Saturday, January 20, 2007

AMiA Trial Liturgy

Matt Kennedy over at Standfirm has just gleefully announced the publication of the AMiA's new trial Book of Common Prayer in contemporary language, a work in which Peter Toon had an overseeing hand. The Eucharistic liturgy can be seen HERE. A few months ago, a friend of mine in the AMiA sent me a copy of the trial liturgy (the "Green Book"). So I've had some time to look at it, though admittedly it has been a bit of a chore to get through.

My intial reaction to this was amazement that Dr. Toon would have anything to do with a project to contemporize Cranmer's liturgy. Could it be that Toon has succumbed to the theory that the only way to preserve a literary classic is to alter its idiom? (which sort of defeats the purpose, no?)

I can only account for this by supposing that (1) Toon has ever so quietly conceded defeat in the contemporary language debate, and (2) he has let his hatred of the 1979 BCP blind himself to the fact that he will now be rememberd as the progenitor of a banal and hackneyed "translation" (the most apt term here) of Cranmer's once majestic liturgy. Oh well.

6 comments:

Marshall said...

One wonders what this will add to the difficulties dividing the "orthodox Anglicans." If this is accepted by AMiA, it will only add to differences among those who worship between 1979, and it's two services; 1928; and this.

We once thought we shared one Prayer Book, or at least one Prayer Book tradition. This will make reconciliation more difficult, because it will offer new issues to divide us if we even try to come to the table together.

lexorandi2 said...

The book is of fairly poor quality, and it has many idiosyncracies, like, for instance, the inclusion of the "epiclesis" paragraph of the Canadian canon as an alternative. Why would this be included an AMERICAN (i.e. US) book? Those who love the 1928 Book won't be impressed with this one.

I predict that, after the initial excitement is over, the Toon's book will fade away like other attempts to contemporize Cranmer before it.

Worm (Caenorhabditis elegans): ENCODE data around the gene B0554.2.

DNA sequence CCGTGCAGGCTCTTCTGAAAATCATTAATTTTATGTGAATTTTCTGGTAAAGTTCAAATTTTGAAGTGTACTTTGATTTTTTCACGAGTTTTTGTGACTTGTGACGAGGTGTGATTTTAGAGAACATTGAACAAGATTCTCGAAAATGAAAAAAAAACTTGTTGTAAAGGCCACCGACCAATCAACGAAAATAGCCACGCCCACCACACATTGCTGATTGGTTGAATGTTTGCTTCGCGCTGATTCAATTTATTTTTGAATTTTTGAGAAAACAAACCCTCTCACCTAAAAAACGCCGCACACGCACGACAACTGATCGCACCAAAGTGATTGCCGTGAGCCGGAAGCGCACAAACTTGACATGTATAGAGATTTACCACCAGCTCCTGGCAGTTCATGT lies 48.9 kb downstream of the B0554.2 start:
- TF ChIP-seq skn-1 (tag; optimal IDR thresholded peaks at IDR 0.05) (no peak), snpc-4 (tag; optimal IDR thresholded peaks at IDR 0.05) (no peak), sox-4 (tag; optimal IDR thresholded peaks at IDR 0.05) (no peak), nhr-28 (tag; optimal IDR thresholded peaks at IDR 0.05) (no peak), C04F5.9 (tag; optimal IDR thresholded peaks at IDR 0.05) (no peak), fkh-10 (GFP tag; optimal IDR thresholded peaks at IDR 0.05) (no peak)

Thomas said...

Are you sure your objection isn't essentially to the absence of "qui ex Patre per Filio procedit" or something even more heinous? :-o

lexorandi2 said...

Very funny, young Padawan. But, seriously, do you expect the "Reformed Catholic" guys who put this liturgy together would ever leave out the Filioque?

FTR- I'd remove it in a heart beat.

Mark said...

Tacking on the Canadian "epiclesis" paragraph to a flat, modern-language rendition of the '62 Prayer of Consecration has a jarring effect ( Why didn't Toon and his editors simply go with the '28 canon and make the epiclesis-which is far superior to the Canadian version-optional )?

The ante-communion is almost tolerable, I suppose, but once we reach the pathetically dull, anemic-sounding travesty that supplants "The Prayer for the Whole State of Christ's Church" the liturgy starts to unravel badly.

(The introduction sounds like Toon's style of writing, don't you think )?

Yeah, it's a real non-starter of a liturgy.

lexorandi2 said...

Yes, it's Toon's style. A dead give-away is the placement of punctuation after quotation marks. That's a British convention. They should have hired an American editor to catch the occasional "British-ism."